Their vastly different lives make it challenging for them to be the kind of couple they so desperately want to be. Unable to get themselves untangled from the web they’ve created, Shay and Sip use money, other people and sex to fix things, but is this enough?

Ngamlama has created a world that is somewhere between the present day and a sub-world of delusion. The reader will want to watch both story and characters unravel. This book will touch anyone who has lost themselves or their loved ones to unhealthy, destructive relationships.

Chwayita Ngamlana was born and raised in Grahamstown. She is an only child who found comfort and companionship in reading and writing from the age of 10. She has a degree in music and has her master’s in Creative Writing. This is her debut novel – and it won’t be the last.
 

Book details


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Rehana Rossouw’s new novel illuminates the tensions inherent in the second year of Nelson Mandela’s presidency

New TimesFrom the acclaimed and award-winning author of What Will People Say? Rehana Rossouw takes us into a world seemingly filled with promise yet bedevilled by shadows from the past. In this astonishing tour de force Rossouw illuminates the tensions inherent in these new times.

Ali Adams is a political reporter in Parliament. As Nelson Mandela begins his second year as president, she discovers that his party is veering off the path to freedom and drafting a new economic policy that makes no provision for the poor. She follows the scent of corruption wafting into the new democracy’s politics and uncovers a major scandal. She compiles stories that should be heard when the Truth Commission gets underway, reliving the recent brutal past. Her friend Lizo works in the Presidency, controls access to Madiba’s ear. Another friend, Munier, is beating at the gates of Parliament, demanding attention for the plague stalking the land.

Aaliyah Adams lives with her devout Muslim family in Bo-Kaap. Her mother is buried in religion after losing her husband. Her best friend is getting married, piling up the pressure to get settled and pregnant. There is little tolerance for alternative lifestyles in the close-knit community. The Rugby World Cup starts and tourists pour up the slopes above the city, discovering a hidden gem their dollars can afford.

Ali/Aaliya is trapped with her family and friends in a tangle of razor-wire politics and culture, can she break free?

Told with Rehana’s trademark verve and exquisite attention to language you will weep with Aaliya, triumph with Ali, and fall in love with the assemblage that makes up this ravishing new novel.

Rehana Rossouw was born and rooted in Cape Town, but is currently in self-imposed exile in Johannesburg. She has been a journalist for three decades and has also taught journalism and creative writing. She has a Master’s in Creative Writing from Wits University.

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Consuelo Roland fans: the second book in her Lady Limbo series has hit the shelves!

Paola Dante is a driven project manager employed by a large multinational information technology corporation who reads war strategy books for relaxation. In general she prefers computers to people with their random uncontrolled emotions. Long ago she made a decision that matters of the heart were inherently messy and should be kept at arm’s distance. But her husband had surprised her; she had no resistance against Daniel.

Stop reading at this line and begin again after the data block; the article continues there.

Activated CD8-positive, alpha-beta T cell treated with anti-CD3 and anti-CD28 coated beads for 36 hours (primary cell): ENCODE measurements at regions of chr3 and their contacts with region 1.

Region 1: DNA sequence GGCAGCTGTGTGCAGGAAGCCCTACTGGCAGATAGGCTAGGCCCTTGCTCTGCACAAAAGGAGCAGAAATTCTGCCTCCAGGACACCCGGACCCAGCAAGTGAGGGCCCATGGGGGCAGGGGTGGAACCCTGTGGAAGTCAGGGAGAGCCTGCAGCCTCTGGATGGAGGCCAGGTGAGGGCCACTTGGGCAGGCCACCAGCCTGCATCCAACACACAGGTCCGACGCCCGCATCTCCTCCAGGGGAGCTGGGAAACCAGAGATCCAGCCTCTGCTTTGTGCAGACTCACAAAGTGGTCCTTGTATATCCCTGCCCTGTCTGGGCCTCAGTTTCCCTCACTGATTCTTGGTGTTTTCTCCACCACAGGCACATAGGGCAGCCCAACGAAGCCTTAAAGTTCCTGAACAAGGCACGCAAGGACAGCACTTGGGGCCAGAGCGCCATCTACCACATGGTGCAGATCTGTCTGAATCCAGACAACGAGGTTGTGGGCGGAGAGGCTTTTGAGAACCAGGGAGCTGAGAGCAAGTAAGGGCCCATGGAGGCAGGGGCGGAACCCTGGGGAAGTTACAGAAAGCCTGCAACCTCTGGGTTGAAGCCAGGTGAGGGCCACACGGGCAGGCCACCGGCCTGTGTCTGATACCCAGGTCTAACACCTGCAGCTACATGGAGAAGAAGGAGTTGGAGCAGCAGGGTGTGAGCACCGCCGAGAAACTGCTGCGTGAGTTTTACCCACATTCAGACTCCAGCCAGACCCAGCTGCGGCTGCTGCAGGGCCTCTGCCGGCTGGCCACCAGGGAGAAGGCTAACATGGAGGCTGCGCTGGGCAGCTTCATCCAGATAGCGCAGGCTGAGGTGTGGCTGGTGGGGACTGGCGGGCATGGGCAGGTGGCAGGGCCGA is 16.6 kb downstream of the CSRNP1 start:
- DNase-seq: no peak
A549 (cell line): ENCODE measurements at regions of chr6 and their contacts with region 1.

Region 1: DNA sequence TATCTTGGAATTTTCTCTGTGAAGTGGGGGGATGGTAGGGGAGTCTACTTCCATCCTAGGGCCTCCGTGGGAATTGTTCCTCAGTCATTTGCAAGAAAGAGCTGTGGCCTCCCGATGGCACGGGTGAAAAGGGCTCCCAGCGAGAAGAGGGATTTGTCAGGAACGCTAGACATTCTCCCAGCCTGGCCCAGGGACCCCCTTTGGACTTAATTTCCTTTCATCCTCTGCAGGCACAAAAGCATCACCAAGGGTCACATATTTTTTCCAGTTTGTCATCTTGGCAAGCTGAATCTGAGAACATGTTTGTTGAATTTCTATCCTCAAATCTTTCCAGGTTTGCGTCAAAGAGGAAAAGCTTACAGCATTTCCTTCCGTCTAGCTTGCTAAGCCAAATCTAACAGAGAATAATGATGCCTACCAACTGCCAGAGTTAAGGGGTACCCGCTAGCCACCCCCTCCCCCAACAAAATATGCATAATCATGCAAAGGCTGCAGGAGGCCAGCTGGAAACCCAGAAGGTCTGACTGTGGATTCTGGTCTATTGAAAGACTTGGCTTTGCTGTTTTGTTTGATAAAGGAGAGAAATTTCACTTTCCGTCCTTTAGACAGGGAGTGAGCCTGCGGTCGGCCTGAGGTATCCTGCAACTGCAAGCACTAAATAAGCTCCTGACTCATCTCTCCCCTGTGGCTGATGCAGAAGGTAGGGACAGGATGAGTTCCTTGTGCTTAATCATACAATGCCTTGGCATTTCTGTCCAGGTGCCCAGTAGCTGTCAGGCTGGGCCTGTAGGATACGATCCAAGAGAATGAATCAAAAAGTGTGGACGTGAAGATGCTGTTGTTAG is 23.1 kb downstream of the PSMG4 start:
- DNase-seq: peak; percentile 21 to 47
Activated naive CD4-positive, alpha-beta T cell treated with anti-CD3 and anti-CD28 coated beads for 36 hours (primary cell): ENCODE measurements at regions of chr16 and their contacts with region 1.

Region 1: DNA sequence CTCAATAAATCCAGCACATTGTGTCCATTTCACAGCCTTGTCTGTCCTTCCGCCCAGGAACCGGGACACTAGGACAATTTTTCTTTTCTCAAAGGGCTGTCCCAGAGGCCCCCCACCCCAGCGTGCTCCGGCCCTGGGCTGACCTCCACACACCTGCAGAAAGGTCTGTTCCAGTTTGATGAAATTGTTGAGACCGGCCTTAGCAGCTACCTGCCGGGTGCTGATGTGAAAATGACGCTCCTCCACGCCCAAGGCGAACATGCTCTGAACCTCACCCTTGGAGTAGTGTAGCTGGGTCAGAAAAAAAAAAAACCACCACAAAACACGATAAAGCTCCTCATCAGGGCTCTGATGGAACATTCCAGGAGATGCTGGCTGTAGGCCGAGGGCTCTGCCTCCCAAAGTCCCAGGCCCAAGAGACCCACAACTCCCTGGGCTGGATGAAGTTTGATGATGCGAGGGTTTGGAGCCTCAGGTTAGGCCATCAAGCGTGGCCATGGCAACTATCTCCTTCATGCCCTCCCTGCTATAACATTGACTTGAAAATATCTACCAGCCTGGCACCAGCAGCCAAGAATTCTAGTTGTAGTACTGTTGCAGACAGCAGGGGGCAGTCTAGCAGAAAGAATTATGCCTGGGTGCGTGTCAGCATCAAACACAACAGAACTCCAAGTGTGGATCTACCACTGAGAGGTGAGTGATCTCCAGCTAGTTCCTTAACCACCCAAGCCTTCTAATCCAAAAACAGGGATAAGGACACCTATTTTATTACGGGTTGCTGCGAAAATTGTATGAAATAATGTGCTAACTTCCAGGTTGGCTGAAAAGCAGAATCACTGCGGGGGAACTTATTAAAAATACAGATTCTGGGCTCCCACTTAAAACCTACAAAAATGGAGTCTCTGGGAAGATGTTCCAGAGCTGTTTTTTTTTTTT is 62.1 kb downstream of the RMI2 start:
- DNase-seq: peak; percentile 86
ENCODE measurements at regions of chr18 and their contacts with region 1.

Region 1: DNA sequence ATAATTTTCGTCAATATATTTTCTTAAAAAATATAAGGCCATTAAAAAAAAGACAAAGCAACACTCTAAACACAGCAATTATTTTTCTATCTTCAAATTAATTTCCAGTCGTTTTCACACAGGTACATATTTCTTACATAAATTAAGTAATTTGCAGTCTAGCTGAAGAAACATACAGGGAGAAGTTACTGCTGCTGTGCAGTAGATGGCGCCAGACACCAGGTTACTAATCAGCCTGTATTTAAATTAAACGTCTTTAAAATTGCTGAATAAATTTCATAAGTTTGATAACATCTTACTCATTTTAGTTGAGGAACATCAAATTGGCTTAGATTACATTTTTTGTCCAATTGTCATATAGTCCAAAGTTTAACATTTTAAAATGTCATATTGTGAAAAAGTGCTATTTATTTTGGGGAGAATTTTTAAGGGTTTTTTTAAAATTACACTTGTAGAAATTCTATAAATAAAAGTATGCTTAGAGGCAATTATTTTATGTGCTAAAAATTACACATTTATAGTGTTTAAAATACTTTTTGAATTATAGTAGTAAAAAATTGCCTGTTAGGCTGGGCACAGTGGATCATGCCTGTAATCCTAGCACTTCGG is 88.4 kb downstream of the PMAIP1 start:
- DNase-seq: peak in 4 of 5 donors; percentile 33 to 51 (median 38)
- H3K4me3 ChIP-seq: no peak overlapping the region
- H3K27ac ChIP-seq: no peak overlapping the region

Now she sees herself as a survivor who has successfully moved on from the traumatic events and terrible truth surrounding her husband’s sudden disappearance years before. But the truth is that ever since the night he walked out on their marriage back to his old ways she’s found it hard to get on with normal life.

An unlikely and ill-equipped mother, she stands alone between their adopted daughter Simone and the criminal kingpin who wants the teenage girl for his own ends and has set the savage wolves on her.

To save her daughter − and herself − once and for all, Paola will face her every fear, her every mistake, and the past she thought she’d finally processed and left behind.
 
 
Praise for Lady Limbo:

“Consuelo Roland has written a surprising and intriguing tale about marriage, life and the exceptions we make for those we love.” – Dee Andrew, Slipnet

“Highly, highly recommending this excellent book by Consuelo Roland, who won me over earlier this year with her extraordinary debut novel, The Good Cemetery Guide. Everything I loved about that book – impeccable craft skills, dry wit, full-bodied characters, lovely turns of phrase – is present in Lady Limbo, but Roland has taken it to the next level with a more complex, suspenseful plot. The international intrigue and a fast-paced story kept me engaged without detracting from Paola’s journey, the emotional core of the book, as she searches for her husband and ultimately for herself. – Amazon.com review by just another bookworm.

Consuelo Roland is the author of The Limbo Trilogy, a mystery-suspense series set in Camps Bay, seaside playground for the rich. Her latest novel, Wolf Trap, follows Lady Limbo, the first volume in the trilogy, published to critical acclaim in 2012. She lives in South Africa with her husband.

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Six local authors and publishers on decolonising editing in South Africa: a panel discussion